An Anomaly in Buddhist Practice
Posted on December 31st, 2018

R Chandrasoma

On opening the Newspapers one is often regaled with the sight of a Political Big-Wig humbly worshipping a Buddhist priest in an ornate Temple with friends and onlookers in attendance.

Nobody questions the worth of this sacerdotal performance by our elected leaders – but why is it that a female of like religious standing is not worshipped in the same regal fashion? Indeed, the point at issue is  the subordination or studied neglect of the sisterhood of Bhikkunis – females who aspire to Buddhahood.  In the desire and ardency with which our sisters and daughters in Sri Lanka  seek the state of supreme enlightment, they are certainly not inferior to the males.

Indeed, it is clear to all dispassionate observers that the greater part of our religious ardency and strength lies with our womenfolk,
What, then, is the problem – if the word ‘problem’ is is appropriate in this connection?  It is a social problem connected with the asymmetry of institutional strength – the male dominance of society.

We have no great temples managed and run by Bhikkunis because of male opposition – not religious opposition but the more primeval force of male chauvinism. The belief that this a ‘doctrinal’ issue is a red-herring – it is more a power struggle with male chauvinist of all brands fighting off a threat to their dominance.

We must call upon the Buddhist Women of Sri Lanka to establish Great Temples of Learning and Worship – not in a spirit of spiteful animosity but to redress an unbecoming  asymmetry.

We hope that the day is not far off when Bhikkunis of Sri Lanka will be the true guardians of this country  – with Political Big-Wigs beholden to them in much the same way that a coteri of Bhikkus (males) dominated politics in the recent past.

5 Responses to “An Anomaly in Buddhist Practice”

  1. Dilrook Says:

    I agree.

    Damsarani is a good initiative to bring a novel perspective. There is real potential in this regard and for Bikkunis to take on more for the Sasana and the nation.


  2. Randeniyage Says:

    If “Political Big-Wig humbly worshipping a Buddhist priest” is the issue, it has nothing to do with womenfolk but to for them to ACT that they are TRUE Buddhist when actually they are not.
    Coming back to the topic “Anomaly” is obviously because “The Big Monk” is made that way ( Pope like) by the king as he was “King’s Monk” those days. I beleive this practice was created by non-Buddhist Sinhala kings ( Indian installed).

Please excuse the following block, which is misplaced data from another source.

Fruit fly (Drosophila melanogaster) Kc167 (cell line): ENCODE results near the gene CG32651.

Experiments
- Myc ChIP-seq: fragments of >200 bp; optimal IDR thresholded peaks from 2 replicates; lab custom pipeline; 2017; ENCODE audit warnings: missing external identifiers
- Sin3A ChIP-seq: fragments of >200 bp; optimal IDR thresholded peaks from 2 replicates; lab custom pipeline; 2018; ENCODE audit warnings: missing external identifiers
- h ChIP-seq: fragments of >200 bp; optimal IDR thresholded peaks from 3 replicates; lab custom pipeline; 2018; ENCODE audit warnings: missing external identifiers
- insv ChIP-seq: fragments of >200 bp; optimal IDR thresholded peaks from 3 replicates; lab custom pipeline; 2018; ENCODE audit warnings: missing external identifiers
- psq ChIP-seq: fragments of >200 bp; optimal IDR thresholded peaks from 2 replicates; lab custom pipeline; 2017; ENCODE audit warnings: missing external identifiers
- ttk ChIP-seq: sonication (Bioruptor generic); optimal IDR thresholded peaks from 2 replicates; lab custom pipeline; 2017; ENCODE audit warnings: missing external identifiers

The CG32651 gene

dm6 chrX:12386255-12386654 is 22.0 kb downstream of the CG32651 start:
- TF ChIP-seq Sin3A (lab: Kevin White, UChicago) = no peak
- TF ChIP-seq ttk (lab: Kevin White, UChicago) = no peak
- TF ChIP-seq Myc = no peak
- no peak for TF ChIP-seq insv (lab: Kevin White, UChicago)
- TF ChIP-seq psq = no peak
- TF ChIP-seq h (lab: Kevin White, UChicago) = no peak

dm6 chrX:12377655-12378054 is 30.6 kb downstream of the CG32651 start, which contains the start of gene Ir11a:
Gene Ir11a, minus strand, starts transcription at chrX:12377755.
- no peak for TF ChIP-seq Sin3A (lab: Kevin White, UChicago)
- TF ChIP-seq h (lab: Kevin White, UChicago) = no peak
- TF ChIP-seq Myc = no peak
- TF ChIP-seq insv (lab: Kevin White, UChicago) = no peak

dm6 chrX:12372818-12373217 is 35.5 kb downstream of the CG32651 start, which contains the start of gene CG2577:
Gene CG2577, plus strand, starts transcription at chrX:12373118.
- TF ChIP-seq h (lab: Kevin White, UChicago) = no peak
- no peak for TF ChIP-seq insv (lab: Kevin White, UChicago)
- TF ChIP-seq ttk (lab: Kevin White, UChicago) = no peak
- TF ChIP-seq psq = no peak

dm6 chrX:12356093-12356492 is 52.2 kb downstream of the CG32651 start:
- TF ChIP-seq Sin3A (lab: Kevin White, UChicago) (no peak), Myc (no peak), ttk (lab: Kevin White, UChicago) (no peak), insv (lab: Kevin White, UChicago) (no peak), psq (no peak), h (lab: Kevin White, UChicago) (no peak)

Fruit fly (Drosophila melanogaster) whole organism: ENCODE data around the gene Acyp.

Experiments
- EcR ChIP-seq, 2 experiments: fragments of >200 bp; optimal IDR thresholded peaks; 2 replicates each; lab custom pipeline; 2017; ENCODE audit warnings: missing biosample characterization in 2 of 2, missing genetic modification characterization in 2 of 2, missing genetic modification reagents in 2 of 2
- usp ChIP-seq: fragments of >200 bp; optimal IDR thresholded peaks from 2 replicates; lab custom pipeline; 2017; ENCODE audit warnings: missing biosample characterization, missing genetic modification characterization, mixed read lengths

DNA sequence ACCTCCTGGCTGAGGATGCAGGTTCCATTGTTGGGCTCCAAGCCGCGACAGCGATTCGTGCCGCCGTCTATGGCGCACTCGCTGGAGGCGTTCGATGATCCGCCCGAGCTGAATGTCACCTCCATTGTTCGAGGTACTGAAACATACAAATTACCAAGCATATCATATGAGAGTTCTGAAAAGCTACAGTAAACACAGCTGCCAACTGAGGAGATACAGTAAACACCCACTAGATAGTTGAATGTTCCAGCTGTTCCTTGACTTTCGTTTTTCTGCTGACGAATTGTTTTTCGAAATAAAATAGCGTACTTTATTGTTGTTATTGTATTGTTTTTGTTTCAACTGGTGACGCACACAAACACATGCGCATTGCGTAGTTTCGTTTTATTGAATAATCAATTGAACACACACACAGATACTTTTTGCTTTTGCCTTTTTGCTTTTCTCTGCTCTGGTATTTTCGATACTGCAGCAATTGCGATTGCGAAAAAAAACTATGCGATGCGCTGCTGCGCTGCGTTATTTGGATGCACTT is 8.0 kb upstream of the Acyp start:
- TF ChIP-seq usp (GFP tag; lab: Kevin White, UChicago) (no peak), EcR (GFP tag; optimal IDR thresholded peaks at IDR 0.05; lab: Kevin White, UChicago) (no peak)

Bikkhuni Sasana was gone long time ago and no one was interested to re-establish it according to vinya rules until recently when someone got it started using Mahayana Bikkhunis.
    Buddha has specifically said that greatest merit is gained by being associated with “great monks” ( that is “great” by practice, not by tradition), ideally a fully enlightened Arahant.
    All those regularly seen on TV and Youtube are not Arahants but pretenders, self proclaimed Arahants.

  3. Dilrook Says:

    I find her sermons full of substance and she imparts Buddhist teachings clearly without politics, mixing with own opinions and biases.

    Buddhist nuns must be given protection appropriate in a corrupted society and more responsibilities. Barriers to this even stated by Buddha must be disregarded.

  4. Christie Says:

    “Barriers to this even stated by Buddha must be disregarded.”.

    If you take Buddhism as it is I do not see men and women are different except their bodily functions.

  5. Charles Says:

    The Buddhists Nuns and Dasasil Mathas lead a quiet and more pious lives than their male counterparts. They do not get involved in politics. They do not live in luxury as our Mahanayakes with lot of people in attendance and bent more towards politics and other worldly activities.

    There are lot of Dasa sil Mathas who are meditators and teach meditation. Venerable Late Amatha Gavesi thero, who was a instructer of meditation at Kanduboda, later started two Meditation Centres one in Kurunegala and the other at Pallekelle. He believed that Buddhism will be protected and propagated by the Dasa Sil Mathas than by the Bikkhus. He trained a number of Dasasil Mathas for teaching of Meditation at Pallekelle. After the death of Venerable Amatha Gavesi the Pallekelle Devanapethis Samatha Vipassana Meditation is run entirely by the Dasasil Mathas under the able management of the Centre by Chandra Loku Manian Vahanse.
    They live simple lives and devote their entire time in the teaching of meditation. The Centre has 15 day Meditation Retreats, and large numbers from all over Sri Lanka attend these retreats including many people from abroad. They are highly respected and every one visiting the centre kneels respectfully before these Dasasil Mathas addressed to as Manian Vahanse. They are unsung Buddhist disciples in the service of the Buddhists.

    Please see the following blog:

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